VOGONS


First post, by washer

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I just came across this nice little laptop in a vintage shop in a small town. Got a great deal on it. The seller didn't know if it worked or not as he didn't have a cable for it. Turns out it fired up into windows 2000. A few keyboard keys I had to fix but all good otherwise.

My question is how do I downgrade to DOS 6.22 / win 3.11 on this laptop? I only have a CD drive, no floppy. The machine doesn't boot from cd I don't believe, you have to get into DOS first, but I can't because windows 2000 doesn't have DOS. It's kind of confusing. Would I have to take the hard drive out and format it and then install DOS on it somehow?

Any advice and direction would be greatly appreciated, I am not sure how to go about this.

Cheers!

-washer

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-washer

Reply 1 of 9, by progman.exe

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Win2k on 48 meg of RAM and a laptop HDD..... that must run like a pig!

Anyway, someone got win2k onto it so the problem is not insurmountable.

What's the BIOS like? I have a Portege 7200 here and I am sure that has some boot order options. But I do have the portege's docking station, so can network or floppy or CDROM boot. I think to get into the BIOS power it up whilst holding esc or F1, and it will either go into the BIOS or tell you there is a problem, and offer the BIOS.

Other choice? Take the HDD out and back it up.... you will need something with a 2.5" IDE connector, so an adapter for a desktop, or a USB caddy. Then format to FAT16 and make it a system disk from a DOS system (er, the USB suggestion will fail here). Copy the DOS/win3 install media to the HDD, or maybe just \dos to the laptop drive, put it in the laptop and start her up. Run the installers from the HDD.

Whilst having the disk out, might as well copy on any other installers you will need, like the network...if it has it. IIRC that era of machines tended to be PCMCIA cards with horrible delicate adapters.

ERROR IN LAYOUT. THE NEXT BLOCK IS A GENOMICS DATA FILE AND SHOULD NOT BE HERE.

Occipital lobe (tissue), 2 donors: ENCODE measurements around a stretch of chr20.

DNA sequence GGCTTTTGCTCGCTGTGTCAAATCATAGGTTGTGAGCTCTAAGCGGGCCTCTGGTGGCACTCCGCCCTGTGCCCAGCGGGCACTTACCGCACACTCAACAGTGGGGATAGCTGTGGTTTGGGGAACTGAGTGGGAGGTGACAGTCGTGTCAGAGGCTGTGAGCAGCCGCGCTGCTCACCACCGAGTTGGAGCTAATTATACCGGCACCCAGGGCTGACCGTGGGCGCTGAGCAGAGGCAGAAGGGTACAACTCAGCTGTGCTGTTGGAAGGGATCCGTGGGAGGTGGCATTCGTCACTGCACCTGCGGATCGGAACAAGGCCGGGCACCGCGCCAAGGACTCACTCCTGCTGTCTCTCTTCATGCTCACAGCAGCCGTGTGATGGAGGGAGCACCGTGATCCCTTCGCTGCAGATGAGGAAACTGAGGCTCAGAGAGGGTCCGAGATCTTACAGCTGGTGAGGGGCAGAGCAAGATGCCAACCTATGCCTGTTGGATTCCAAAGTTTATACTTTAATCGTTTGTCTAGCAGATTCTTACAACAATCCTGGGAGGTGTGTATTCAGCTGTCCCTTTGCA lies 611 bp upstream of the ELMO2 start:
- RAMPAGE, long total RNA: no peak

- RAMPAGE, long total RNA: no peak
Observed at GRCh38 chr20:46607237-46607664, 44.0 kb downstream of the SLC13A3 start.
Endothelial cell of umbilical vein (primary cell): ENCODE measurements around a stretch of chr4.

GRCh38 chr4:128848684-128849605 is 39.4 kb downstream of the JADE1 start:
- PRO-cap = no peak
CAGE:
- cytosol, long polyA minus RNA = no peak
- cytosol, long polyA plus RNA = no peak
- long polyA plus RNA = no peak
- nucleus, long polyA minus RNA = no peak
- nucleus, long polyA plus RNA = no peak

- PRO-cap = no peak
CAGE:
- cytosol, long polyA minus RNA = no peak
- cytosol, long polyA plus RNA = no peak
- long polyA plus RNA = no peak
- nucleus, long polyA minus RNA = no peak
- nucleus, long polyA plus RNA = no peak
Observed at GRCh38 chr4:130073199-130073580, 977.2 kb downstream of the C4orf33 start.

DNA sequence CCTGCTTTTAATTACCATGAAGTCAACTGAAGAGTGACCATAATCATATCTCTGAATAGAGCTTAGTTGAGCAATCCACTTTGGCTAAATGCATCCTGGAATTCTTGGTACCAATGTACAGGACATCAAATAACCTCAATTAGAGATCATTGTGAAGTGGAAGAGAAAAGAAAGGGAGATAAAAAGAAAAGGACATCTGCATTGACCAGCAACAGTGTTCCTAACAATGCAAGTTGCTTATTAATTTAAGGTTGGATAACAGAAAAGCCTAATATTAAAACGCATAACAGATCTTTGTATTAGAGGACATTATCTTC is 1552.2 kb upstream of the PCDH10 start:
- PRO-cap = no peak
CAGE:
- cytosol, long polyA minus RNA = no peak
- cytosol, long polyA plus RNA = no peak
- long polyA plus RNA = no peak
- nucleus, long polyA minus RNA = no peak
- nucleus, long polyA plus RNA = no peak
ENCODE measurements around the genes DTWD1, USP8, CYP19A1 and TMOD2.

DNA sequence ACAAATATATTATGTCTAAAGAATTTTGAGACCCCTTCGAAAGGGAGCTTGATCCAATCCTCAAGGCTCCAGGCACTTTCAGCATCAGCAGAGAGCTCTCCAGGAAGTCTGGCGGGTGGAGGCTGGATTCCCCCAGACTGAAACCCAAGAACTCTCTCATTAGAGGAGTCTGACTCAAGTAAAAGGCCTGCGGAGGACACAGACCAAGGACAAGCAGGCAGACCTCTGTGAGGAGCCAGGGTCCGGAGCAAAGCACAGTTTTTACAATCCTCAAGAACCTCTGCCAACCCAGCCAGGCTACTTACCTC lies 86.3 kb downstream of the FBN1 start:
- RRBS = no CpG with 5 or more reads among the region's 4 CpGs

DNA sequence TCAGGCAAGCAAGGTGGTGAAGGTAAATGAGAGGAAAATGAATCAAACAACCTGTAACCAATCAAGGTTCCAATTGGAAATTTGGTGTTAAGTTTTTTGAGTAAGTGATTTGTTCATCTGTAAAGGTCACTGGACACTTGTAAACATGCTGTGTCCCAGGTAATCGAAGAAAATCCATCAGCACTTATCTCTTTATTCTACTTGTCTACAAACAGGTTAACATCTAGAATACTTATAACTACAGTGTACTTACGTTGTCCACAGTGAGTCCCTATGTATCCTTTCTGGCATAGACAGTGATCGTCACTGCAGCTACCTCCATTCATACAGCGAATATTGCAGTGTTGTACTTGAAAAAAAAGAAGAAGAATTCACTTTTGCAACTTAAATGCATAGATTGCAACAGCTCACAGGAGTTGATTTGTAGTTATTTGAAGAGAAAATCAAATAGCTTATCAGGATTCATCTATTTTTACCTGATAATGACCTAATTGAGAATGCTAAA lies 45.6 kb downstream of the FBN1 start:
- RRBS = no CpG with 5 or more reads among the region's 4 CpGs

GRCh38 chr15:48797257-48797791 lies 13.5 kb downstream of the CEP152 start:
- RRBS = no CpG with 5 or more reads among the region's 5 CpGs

Reply 2 of 9, by washer

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Thanks for the response. Haha yeah it does run like a pig!!!! Windows 2000 was not meant for this machine haha.
The bios only seems to allow for boot of FDD or HDD priority. No option allows me to put in CD-ROM. I guess I will buy one of those IDE adaptors and go the method you suggested. This might be an opportunity for me to upgrade the hard drive space as well I suppose. 😀

I'll be sure to copy as many drivers as I can while doing this and copy over all my games as well.

I'll keep you updated on progress!

Thanks for the help,

-washer

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-washer

Reply 3 of 9, by jmarsh

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These old Toshiba laptops used "removable" floppy drives that shared the same bay as the CDROM. If you wanted to use both at the same time, there was an external caddy that held the floppy drive and attached to a port. Most likely this unit's floppy drive is still in that caddy tucked away forgotten in someone's storage closet (possibly the madman who forced win2k on it).
If it were me I would ditch the original hard drive completely and replace it with a CF card (easier to copy stuff to/from it), it's probably on its last legs anyway considering its age.

Reply 4 of 9, by washer

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jmarsh wrote on 2023-05-29, 17:06:

These old Toshiba laptops used "removable" floppy drives that shared the same bay as the CDROM. If you wanted to use both at the same time, there was an external caddy that held the floppy drive and attached to a port. Most likely this unit's floppy drive is still in that caddy tucked away forgotten in someone's storage closet (possibly the madman who forced win2k on it).
If it were me I would ditch the original hard drive completely and replace it with a CF card (easier to copy stuff to/from it), it's probably on its last legs anyway considering its age.

Lol the madman who put 2k on it haha! Hey that's a cool idea though! How do you go about doing that? Is there an IDE to CF card adaptor? Will the speeds be the same as the old hard drive on CF card? I wonder if I could rig it so the CF card is accessible from the outside somewhere as well, that'd be killer.

What would be the best way to prep it for DOS install? Or is there any possible way to emulate a computer and install DOS to a partition on say the CF card? So it would be ready to just pop in? Since I don't have the floppy drive?

As progman.exe was saying I could copy the install files over to the HDD? Then when it would run to boot from HDD would it simply run the installer as of it were a disk? Or how does all that work?

I haven't worked with DOS and a computer without a CD boot option in years so I can't really remember how everything works, especially without having the floppies.

-washer

Reply 5 of 9, by progman.exe

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washer wrote on 2023-05-29, 18:34:

What would be the best way to prep it for DOS install? Or is there any possible way to emulate a computer and install DOS to a partition on say the CF card? So it would be ready to just pop in? Since I don't have the floppy drive?

As progman.exe was saying I could copy the install files over to the HDD? Then when it would run to boot from HDD would it simply run the installer as of it were a disk? Or how does all that work?